A bill has been introduced in the new Congress that has gun owners, the NRA and many silencer manufacturers excited. The Hearing Protection Act has been reintroduced to the new congress.
The new bill would remove restrictions on the purchase of silencers (aka suppressors) for firearms. The devices, which lower, but do not silence, the sound of a gunshot, are being presented as safety devices in the new bill.
The bill would remove the $200 tax, lengthy paperwork, and up to a nine month wait time and treat silencers as any other firearm purchase that can be completed nearly instantly in most states.
“I’ve been shooting since I was a young child – beginning with plinking with a .22 rifle and dove hunting with my Dad,” said Duncan in a statement, acknowledging his hearing has been damaged because of gun noise over the years. “Had I had access to a suppressor, it may have protected me, as well as millions of other Americans, from this sort of hearing loss.”
“It just doesn’t make any sense to regulate suppressors the way we do presently,” he said. “I think it certainly is questionable from a constitutional standpoint. It’s striking that even Britain, which has some of the strictest gun laws in the world, has no restrictions on suppressors.”
The NRA released the following statement on the bill:
“Many gun owners and sportsmen suffer severe hearing loss after years of shooting, and yet the tool necessary to reduce such loss is onerously regulated and taxed. It doesn’t make any sense,” said Chris W. Cox, executive director, NRA-ILA. “The Duncan-Carter Hearing Protection Act would allow people easier access to suppressors, which would help them to better protect their hearing.”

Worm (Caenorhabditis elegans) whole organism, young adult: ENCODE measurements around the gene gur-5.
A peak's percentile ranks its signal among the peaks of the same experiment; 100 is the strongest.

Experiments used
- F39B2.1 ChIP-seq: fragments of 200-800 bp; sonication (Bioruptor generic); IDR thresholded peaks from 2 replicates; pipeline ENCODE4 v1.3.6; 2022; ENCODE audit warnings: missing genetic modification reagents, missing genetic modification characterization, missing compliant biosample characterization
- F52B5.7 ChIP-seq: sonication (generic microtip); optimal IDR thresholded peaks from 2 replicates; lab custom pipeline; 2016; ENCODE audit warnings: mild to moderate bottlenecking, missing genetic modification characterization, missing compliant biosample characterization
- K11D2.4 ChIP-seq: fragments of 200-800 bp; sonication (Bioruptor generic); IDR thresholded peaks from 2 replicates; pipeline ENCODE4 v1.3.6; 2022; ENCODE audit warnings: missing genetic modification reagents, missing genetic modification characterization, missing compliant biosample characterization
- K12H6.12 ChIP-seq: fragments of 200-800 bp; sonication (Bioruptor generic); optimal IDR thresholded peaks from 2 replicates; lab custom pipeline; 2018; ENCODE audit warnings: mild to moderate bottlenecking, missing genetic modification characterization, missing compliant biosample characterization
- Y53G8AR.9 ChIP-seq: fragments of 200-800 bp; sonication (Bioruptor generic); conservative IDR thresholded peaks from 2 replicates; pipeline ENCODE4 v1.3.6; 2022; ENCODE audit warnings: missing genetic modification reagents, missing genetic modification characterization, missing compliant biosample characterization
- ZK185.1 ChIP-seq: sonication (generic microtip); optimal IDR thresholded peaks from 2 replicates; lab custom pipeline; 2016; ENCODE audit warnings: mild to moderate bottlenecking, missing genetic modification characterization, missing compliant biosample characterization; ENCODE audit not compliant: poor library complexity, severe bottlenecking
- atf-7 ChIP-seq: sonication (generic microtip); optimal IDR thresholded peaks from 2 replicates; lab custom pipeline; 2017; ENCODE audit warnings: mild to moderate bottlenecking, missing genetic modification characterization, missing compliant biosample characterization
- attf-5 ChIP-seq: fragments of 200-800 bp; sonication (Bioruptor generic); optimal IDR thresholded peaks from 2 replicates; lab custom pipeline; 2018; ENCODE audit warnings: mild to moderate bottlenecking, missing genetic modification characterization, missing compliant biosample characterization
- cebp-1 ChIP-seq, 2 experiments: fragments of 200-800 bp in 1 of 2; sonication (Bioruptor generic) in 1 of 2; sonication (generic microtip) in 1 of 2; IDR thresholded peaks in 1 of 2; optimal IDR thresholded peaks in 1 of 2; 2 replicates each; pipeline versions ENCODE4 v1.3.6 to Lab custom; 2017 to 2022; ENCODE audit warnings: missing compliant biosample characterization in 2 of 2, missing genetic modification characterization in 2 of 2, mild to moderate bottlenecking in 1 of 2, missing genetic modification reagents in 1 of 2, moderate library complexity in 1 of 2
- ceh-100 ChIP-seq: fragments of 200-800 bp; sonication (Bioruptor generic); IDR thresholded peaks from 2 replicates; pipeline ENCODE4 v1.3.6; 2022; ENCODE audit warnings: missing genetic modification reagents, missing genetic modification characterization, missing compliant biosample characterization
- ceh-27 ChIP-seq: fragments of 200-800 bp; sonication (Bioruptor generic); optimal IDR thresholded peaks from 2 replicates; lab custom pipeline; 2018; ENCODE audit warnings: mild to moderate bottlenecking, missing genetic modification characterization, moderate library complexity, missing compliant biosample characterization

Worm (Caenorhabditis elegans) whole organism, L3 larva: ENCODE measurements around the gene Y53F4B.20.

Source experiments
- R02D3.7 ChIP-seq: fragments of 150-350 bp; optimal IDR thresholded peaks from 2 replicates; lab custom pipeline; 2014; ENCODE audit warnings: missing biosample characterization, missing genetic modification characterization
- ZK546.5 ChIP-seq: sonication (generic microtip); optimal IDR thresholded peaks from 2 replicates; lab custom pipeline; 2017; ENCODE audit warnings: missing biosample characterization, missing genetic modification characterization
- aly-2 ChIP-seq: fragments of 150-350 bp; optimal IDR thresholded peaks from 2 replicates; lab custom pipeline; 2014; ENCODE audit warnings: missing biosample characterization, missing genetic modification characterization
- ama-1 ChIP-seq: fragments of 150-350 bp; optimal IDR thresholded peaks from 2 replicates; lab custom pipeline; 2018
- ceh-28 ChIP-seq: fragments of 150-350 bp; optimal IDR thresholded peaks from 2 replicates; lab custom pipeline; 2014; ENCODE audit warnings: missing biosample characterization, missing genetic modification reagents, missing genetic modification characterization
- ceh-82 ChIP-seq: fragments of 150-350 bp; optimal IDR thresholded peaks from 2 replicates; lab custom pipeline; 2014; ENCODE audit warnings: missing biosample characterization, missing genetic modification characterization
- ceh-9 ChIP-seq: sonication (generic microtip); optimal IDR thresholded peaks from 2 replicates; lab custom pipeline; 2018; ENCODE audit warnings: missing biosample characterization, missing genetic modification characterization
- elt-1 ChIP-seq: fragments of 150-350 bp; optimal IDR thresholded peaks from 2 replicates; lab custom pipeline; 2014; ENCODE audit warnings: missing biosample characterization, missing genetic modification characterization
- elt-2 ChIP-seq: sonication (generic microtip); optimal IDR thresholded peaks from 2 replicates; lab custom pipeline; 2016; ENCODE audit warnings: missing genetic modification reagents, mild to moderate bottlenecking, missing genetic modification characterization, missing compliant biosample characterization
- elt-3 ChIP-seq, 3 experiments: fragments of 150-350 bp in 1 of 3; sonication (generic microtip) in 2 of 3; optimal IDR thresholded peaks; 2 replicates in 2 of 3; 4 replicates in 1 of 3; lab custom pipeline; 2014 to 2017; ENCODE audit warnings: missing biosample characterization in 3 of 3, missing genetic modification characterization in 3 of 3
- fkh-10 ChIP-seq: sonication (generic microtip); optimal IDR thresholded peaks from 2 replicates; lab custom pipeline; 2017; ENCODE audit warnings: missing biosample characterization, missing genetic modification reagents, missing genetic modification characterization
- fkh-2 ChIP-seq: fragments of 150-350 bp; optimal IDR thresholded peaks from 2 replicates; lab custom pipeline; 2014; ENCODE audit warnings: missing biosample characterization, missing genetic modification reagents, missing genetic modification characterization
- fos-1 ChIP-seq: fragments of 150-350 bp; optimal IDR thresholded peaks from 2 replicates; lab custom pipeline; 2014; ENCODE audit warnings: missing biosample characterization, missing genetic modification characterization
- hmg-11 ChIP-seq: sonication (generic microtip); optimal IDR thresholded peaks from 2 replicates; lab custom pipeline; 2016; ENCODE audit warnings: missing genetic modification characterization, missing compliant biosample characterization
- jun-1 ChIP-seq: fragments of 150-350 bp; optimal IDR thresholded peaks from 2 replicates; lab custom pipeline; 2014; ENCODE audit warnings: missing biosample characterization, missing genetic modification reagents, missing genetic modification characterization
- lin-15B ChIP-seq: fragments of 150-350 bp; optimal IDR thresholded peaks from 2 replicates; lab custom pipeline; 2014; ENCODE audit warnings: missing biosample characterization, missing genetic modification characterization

The Hearing Protection Act, H.R. 367, would remove suppressors from regulation under the National Firearms Act, replacing the federal transfer process with a National Instant Criminal Background Check. The bill would reduce the cost of purchasing a suppressor by removing the $200 transfer tax.
Suppressors are often mischaracterized in Hollywood. They do not “silence” the sound of a firearm. Instead, they act as mufflers and can reduce the noise of a gunshot to hearing safe levels. Not only do suppressors reduce hearing damage for the shooter, they reduce the noise of ranges located near residential areas.
“Although we recognize that introducing this bill is the first step in what will be a lengthy process to change federal law, we look forward to working on the Duncan-Carter bill, alongside the Congressional Sportsmen’s Foundation, the National Rifle Association, and the National Shooting Sports Foundation to advance and ultimately enact this common-sense legislation,” said Knox Williams, president and executive director of the American Suppressor Association, who noted “citizens should not have to pay a tax to protect their hearing while exercising their Second Amendment rights.”
The bill has good odds to pass this session with a Republican controlled House, Senate and White House. It is currently waiting to be assigned to a committee.